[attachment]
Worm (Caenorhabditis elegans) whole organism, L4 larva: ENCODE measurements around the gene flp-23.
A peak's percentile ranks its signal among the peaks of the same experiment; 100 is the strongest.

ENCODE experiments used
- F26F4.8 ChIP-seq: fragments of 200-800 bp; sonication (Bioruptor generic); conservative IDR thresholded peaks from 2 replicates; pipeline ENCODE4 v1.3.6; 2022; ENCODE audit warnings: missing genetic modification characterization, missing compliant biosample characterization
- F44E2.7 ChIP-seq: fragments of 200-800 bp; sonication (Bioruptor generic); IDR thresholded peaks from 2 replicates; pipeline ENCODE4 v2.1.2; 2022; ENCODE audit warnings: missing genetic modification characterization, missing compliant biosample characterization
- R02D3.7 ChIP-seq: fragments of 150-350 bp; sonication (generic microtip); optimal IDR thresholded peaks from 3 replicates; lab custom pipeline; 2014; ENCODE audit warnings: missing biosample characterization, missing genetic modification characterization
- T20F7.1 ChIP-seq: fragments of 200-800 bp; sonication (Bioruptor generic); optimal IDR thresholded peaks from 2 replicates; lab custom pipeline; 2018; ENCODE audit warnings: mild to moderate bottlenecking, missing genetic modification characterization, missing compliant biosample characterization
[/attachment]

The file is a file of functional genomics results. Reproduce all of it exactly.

Worm (Caenorhabditis elegans) whole organism, L4 larva: ENCODE measurements around the gene flp-23.
A peak's percentile ranks its signal among the peaks of the same experiment; 100 is the strongest.

ENCODE experiments used
- F26F4.8 ChIP-seq: fragments of 200-800 bp; sonication (Bioruptor generic); conservative IDR thresholded peaks from 2 replicates; pipeline ENCODE4 v1.3.6; 2022; ENCODE audit warnings: missing genetic modification characterization, missing compliant biosample characterization
- F44E2.7 ChIP-seq: fragments of 200-800 bp; sonication (Bioruptor generic); IDR thresholded peaks from 2 replicates; pipeline ENCODE4 v2.1.2; 2022; ENCODE audit warnings: missing genetic modification characterization, missing compliant biosample characterization
- R02D3.7 ChIP-seq: fragments of 150-350 bp; sonication (generic microtip); optimal IDR thresholded peaks from 3 replicates; lab custom pipeline; 2014; ENCODE audit warnings: missing biosample characterization, missing genetic modification characterization
- T20F7.1 ChIP-seq: fragments of 200-800 bp; sonication (Bioruptor generic); optimal IDR thresholded peaks from 2 replicates; lab custom pipeline; 2018; ENCODE audit warnings: mild to moderate bottlenecking, missing genetic modification characterization, missing compliant biosample characterization